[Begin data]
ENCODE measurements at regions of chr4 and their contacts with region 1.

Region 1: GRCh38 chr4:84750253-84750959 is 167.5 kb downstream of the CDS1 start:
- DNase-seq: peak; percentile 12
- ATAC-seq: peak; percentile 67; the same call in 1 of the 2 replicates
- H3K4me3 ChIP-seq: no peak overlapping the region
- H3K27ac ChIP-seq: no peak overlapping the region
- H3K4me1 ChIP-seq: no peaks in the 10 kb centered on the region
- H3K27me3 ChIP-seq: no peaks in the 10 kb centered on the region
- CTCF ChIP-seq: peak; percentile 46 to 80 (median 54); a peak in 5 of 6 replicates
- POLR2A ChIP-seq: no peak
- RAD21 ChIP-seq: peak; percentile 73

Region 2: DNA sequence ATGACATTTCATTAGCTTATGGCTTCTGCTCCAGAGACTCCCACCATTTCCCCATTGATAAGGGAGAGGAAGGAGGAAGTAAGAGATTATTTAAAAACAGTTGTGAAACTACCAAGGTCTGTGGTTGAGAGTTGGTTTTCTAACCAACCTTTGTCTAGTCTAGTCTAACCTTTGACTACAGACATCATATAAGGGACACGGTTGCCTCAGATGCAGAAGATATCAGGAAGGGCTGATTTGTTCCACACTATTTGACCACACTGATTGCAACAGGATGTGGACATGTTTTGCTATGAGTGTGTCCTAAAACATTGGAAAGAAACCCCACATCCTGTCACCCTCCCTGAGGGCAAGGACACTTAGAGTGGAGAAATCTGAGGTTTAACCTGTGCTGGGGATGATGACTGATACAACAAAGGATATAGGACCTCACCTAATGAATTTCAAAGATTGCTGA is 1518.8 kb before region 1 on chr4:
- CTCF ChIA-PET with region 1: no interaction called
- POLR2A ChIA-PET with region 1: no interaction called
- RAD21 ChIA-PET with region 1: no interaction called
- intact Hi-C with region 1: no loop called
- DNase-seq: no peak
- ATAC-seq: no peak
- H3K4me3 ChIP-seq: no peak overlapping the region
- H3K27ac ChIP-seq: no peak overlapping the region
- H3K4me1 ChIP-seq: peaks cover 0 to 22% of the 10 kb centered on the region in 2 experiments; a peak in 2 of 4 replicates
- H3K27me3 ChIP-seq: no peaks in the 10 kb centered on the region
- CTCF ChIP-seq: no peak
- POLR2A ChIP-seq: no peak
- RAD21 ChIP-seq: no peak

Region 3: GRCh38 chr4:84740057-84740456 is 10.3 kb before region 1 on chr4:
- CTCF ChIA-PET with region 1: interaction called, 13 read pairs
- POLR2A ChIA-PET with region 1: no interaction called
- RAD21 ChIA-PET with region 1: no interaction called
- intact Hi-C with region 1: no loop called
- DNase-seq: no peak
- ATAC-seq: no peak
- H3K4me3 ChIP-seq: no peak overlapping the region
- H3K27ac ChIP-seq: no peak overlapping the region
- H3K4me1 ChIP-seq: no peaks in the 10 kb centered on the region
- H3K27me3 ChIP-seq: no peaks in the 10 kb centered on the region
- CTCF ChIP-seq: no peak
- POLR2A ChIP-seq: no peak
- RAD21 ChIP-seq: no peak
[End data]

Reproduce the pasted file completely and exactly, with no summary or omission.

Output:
ENCODE measurements at regions of chr4 and their contacts with region 1.

Region 1: GRCh38 chr4:84750253-84750959 is 167.5 kb downstream of the CDS1 start:
- DNase-seq: peak; percentile 12
- ATAC-seq: peak; percentile 67; the same call in 1 of the 2 replicates
- H3K4me3 ChIP-seq: no peak overlapping the region
- H3K27ac ChIP-seq: no peak overlapping the region
- H3K4me1 ChIP-seq: no peaks in the 10 kb centered on the region
- H3K27me3 ChIP-seq: no peaks in the 10 kb centered on the region
- CTCF ChIP-seq: peak; percentile 46 to 80 (median 54); a peak in 5 of 6 replicates
- POLR2A ChIP-seq: no peak
- RAD21 ChIP-seq: peak; percentile 73

Region 2: DNA sequence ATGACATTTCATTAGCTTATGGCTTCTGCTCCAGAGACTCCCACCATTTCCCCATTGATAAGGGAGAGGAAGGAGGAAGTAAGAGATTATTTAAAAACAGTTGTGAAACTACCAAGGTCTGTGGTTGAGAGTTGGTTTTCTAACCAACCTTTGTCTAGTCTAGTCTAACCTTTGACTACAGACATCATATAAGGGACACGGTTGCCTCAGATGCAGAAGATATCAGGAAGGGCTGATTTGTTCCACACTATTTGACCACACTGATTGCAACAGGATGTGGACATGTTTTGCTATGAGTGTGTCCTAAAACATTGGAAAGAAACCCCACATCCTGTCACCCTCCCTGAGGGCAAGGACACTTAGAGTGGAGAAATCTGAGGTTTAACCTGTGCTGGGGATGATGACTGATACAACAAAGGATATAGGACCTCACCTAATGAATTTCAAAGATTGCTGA is 1518.8 kb before region 1 on chr4:
- CTCF ChIA-PET with region 1: no interaction called
- POLR2A ChIA-PET with region 1: no interaction called
- RAD21 ChIA-PET with region 1: no interaction called
- intact Hi-C with region 1: no loop called
- DNase-seq: no peak
- ATAC-seq: no peak
- H3K4me3 ChIP-seq: no peak overlapping the region
- H3K27ac ChIP-seq: no peak overlapping the region
- H3K4me1 ChIP-seq: peaks cover 0 to 22% of the 10 kb centered on the region in 2 experiments; a peak in 2 of 4 replicates
- H3K27me3 ChIP-seq: no peaks in the 10 kb centered on the region
- CTCF ChIP-seq: no peak
- POLR2A ChIP-seq: no peak
- RAD21 ChIP-seq: no peak

Region 3: GRCh38 chr4:84740057-84740456 is 10.3 kb before region 1 on chr4:
- CTCF ChIA-PET with region 1: interaction called, 13 read pairs
- POLR2A ChIA-PET with region 1: no interaction called
- RAD21 ChIA-PET with region 1: no interaction called
- intact Hi-C with region 1: no loop called
- DNase-seq: no peak
- ATAC-seq: no peak
- H3K4me3 ChIP-seq: no peak overlapping the region
- H3K27ac ChIP-seq: no peak overlapping the region
- H3K4me1 ChIP-seq: no peaks in the 10 kb centered on the region
- H3K27me3 ChIP-seq: no peaks in the 10 kb centered on the region
- CTCF ChIP-seq: no peak
- POLR2A ChIP-seq: no peak
- RAD21 ChIP-seq: no peak